The Innocence of Filmmaking
I’ve been kicking this post around in my head for a couple days now, and I thought I’d post it here for y’all to see. A quick preamble:
I’m going to be referencing an article by Stephen Cornell titled “The Variable Ties that Bind: Content and Circumstance in Ethnic Boundaries” in my discussion of Islam, ethnicity, and identity. I don’t know if it’s available for free on the internet, but if you want a pdf just let me know. The Professor that assigned that reading for me, Dr. Hakan Yavuz, will also be quoted at least once in this post… if you want me to recommend a piece of his send me an email. Also, while I am absurdly liberal, this piece will be relatively objective. When I mention “U.S. foreign policy” I am referring to decades of activity, while at the same time alluding to a longer history of Imperialism and oppression carried out by “the West” (Europe and America). I might get more specific than that, but some of you have work in the morning.
All right! Here we go.
I’m about halfway through Reza Aslan’s “No god but God.” It is incredible, and absolutely essential for anyone who has any interest in world affairs or religion. It is concise, eminently readable, and just plain great. Aslan summarizes Islamic tradition while addressing criticism, pointing out flaws, and even discussing academic treatment of Islam by the West all while managing to keep a pretty brisk pace. Thanks to Spencer for bringing it to my attention years ago (though I ignored him until last week). Anyway, Aslan mentions, at some point, the criticism that Muhammad is a pedophile who married a 9-year old girl. Reza dismisses the notion quickly and decisively. Muhammad was betrothed to a young girl, a common event in ancient times, and didn’t consummate the marriage until she reached puberty. He stayed monogamous for 25 years with his first wife, and only began practicing polygamy in order to strengthen ties within his village and create alliances with rival clans. If somebody tells you that Muhammad is a pedophile they are either (a) stupid (b) simply incorrect or (c) maliciously trying to denigrate a religion they do not care for. The movie about Muhammad (“The Innocence of Muslims”) makes this claim, and the creators of the movie manage to be both stupid and malicious at the same time.
Let’s be frank. I do not blame Nakoula Basseley Nakoula, the Coptic Christian who created the movie, for the deaths of those American diplomats in Libya. I do, however, think he needs to reframe his understanding of Islam within a larger question of identity in the Muslim world. In a sick way, as my friend John pointed out on the Facebook, his point was proven: Islam is (or has become) a violent religion, as a movie made across the world from Libya and Egypt resulted in the deaths of American diplomats who weren’t associated with the movie in any way. I doubt the creator expected this drastic of a reaction, but I do believe he wanted to piss of Muslims. This is part of a larger trend of anti-Islamic discourse in American media that reached a dizzying climax after 9/11 and has been plateauing ever since. This discourse has been maintained in order to more firmly secure an American identity, one which (in this election) seems to be in flux as two warring parties attempt to dictate what slightly different direction the country will take under their rule.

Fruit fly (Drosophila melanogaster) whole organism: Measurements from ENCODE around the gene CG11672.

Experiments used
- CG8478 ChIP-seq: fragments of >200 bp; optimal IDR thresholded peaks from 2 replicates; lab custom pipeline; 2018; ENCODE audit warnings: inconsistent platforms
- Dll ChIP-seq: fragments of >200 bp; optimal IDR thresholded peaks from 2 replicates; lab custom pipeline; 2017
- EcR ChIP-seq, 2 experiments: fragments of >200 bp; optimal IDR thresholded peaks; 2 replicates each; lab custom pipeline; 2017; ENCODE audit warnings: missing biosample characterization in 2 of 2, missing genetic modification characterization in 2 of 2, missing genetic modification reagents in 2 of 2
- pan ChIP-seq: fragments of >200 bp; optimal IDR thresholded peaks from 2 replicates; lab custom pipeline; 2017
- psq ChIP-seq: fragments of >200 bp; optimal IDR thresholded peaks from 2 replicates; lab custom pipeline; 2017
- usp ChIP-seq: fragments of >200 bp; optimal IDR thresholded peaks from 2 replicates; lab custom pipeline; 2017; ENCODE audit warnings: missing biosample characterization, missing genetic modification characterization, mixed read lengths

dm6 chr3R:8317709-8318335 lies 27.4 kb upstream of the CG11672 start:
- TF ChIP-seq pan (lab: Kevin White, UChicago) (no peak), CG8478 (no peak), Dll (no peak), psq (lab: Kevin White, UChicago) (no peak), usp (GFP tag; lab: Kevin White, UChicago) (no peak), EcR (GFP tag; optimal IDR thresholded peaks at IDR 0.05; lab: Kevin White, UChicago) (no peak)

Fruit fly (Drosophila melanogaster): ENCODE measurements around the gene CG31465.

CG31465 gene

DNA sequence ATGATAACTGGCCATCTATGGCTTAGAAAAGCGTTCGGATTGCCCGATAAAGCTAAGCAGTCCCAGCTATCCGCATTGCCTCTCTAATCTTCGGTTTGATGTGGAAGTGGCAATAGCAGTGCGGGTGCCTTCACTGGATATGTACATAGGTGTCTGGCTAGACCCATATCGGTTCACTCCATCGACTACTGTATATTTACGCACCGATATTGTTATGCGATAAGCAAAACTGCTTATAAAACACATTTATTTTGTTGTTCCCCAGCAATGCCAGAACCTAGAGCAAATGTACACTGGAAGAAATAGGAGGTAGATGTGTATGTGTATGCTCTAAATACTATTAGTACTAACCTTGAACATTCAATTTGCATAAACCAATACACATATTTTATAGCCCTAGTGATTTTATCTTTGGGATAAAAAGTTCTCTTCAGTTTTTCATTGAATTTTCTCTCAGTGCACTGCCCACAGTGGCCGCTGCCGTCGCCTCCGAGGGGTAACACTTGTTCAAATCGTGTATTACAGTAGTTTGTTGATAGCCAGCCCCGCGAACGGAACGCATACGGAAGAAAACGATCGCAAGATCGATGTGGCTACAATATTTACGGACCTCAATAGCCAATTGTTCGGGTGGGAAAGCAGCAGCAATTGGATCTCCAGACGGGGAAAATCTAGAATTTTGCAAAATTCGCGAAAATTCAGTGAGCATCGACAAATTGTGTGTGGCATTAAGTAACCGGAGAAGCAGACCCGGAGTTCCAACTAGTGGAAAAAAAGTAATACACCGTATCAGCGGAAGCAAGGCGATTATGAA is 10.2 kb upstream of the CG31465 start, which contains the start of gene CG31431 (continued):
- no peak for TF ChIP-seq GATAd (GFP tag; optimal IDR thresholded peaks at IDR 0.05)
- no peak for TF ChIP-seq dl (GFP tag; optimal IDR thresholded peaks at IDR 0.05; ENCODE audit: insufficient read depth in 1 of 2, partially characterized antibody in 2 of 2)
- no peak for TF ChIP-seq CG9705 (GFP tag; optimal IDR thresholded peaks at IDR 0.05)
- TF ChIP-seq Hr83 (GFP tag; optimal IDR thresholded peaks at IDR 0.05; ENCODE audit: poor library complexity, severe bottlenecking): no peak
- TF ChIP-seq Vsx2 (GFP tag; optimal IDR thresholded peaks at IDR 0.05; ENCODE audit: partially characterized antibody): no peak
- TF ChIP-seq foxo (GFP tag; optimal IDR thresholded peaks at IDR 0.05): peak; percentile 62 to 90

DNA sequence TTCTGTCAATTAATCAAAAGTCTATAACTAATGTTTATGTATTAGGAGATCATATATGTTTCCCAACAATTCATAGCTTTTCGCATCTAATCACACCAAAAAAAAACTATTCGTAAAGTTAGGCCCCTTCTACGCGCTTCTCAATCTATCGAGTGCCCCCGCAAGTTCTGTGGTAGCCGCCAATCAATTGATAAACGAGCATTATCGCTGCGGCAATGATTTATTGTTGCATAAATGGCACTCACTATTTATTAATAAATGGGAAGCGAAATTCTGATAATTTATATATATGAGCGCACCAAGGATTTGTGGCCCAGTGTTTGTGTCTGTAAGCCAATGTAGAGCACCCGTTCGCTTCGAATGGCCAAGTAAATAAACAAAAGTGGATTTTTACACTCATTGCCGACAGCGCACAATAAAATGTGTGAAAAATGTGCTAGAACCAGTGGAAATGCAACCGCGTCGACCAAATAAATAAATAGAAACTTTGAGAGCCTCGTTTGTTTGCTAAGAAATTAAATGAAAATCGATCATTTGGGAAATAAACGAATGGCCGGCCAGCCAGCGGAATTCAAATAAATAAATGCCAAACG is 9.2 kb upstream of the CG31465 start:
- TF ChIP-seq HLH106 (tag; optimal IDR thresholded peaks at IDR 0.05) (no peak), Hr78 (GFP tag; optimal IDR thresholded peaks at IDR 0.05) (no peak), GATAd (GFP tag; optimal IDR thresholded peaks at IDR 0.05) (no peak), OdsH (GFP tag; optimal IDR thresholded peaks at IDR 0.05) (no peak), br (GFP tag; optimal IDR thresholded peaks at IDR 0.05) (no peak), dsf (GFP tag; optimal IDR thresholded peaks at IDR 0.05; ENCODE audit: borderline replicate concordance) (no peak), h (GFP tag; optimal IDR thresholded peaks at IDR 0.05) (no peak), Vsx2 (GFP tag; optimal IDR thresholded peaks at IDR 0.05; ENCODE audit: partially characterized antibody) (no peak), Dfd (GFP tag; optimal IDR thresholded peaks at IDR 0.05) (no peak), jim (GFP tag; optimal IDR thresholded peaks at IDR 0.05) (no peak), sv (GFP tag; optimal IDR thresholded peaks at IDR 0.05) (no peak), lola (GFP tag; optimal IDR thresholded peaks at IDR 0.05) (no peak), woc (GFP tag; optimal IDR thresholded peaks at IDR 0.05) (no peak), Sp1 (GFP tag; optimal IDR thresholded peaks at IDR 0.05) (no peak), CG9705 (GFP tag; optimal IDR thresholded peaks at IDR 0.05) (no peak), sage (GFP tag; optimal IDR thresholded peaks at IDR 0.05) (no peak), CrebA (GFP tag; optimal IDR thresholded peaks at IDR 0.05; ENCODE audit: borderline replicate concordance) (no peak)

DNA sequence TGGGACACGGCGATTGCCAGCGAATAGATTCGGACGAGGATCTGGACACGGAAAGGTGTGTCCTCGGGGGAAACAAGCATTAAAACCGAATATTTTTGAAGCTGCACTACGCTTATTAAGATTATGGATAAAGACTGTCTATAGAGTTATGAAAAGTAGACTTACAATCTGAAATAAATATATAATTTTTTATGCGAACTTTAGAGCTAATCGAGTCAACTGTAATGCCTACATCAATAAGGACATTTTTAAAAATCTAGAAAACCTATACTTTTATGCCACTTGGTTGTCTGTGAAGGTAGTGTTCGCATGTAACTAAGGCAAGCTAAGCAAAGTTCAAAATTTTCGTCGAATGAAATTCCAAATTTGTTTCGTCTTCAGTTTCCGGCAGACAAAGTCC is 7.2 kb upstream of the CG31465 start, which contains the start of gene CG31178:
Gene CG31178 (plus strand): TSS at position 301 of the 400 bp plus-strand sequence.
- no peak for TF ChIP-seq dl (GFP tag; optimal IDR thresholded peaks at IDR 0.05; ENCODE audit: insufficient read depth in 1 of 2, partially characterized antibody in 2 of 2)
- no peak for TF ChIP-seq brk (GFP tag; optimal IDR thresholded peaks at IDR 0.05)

In “Margins and Mainstreams,” Gary Okihiro makes the claim that the “margins” of society (minorities) define the “mainstreams” (white people, etc.). Essentially, the majority defines themselves in opposition to the minority, meaning that the actions of minorities can have an exaggerated effect on the way that the majority identifies themselves (I just tried to summarize a really great book. It’s worth buying). For example, the Civil Rights movement in the United States led to the repeal of Jim Crow laws (though they are being dusted off by the modern GOP), de-segregation of schools, and the guarantee of civil liberties for all races and creeds. Gender equality saw a big boost when women were needed to work in factories during WWII, but the fight to give women equal pay continues to this day. Some of these victories are held up as defining characteristics of the American experience, when it is clear that without the efforts of minorities they would not exist. At the same time, the fear of the “Yellow Peril” was borne out of frustrations with large numbers of Asian immigrants in the U.S., and defining them as distinctly “Other” made it easier for white Americans to define themselves (“not Asian”). This type of fear has resurfaced with different minorities (Latinos, specifically), and “The Innocence of Muslims” attempts to tap into the distinct “otherness” of Muslims in relation to Christians (this is a great book on the topic). Okihiro notes that the success of Asian-Americans made them a “model minority,” classifying them as hard-working and family oriented. Asians are a “model” because they have managed to assimilate into society and adopt the “purely American” ideals of hard work and capitalism. In a sense, this slight mental elevation of a specific minority helps Americans define exactly what it is about their country that makes it exceptional (literally anyone can succeed, right?).